This is one of the reasons I am writing today: so that everyone may know about your sacrifice, my brothers, my thousands of brothers, who perished in that terrifying misery. But what chance do I have of receiving a more than ephemeral hearing if my voice is parched, after such treatment, and within me there is a desert?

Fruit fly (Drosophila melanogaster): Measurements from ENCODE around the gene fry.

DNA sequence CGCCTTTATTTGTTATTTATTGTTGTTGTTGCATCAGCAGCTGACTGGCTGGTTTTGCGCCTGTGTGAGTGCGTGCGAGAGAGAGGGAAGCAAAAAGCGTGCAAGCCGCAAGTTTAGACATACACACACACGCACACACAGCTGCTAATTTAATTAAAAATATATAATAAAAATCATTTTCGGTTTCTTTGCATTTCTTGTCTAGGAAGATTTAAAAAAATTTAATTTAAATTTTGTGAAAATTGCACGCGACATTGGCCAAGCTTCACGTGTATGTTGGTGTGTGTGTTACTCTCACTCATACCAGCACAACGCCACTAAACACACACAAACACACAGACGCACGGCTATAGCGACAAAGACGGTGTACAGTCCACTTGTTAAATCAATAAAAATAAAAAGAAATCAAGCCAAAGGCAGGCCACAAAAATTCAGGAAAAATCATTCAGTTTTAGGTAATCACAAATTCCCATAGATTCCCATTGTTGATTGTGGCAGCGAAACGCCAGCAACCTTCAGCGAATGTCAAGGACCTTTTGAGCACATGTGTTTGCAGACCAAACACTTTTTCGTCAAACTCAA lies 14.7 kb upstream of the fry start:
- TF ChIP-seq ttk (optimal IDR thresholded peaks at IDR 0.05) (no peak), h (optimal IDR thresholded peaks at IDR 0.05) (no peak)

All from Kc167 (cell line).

In December 1942, 21-year-old Eugenio Corti, an officer in the Italian army, found himself, along with 30,000 Italians and 6,000 Germans, surrounded by Russians on Russian soil. To save themselves, they set out on a terrifying march through the desolate environment, where temperatures constantly hovered between -30 and -40 degrees Fahrenheit. The Italian troops were ill equipped and ill prepared for the struggle that followed. “Few Returned” is Corti’s diary of his experiences during the month it took the troops to break through the Russian line to freedom. Each day brought brutal engagements with the Russians, and there was little time to sleep or eat. Many wounded, starving, frostbitten and delirious men were left to die.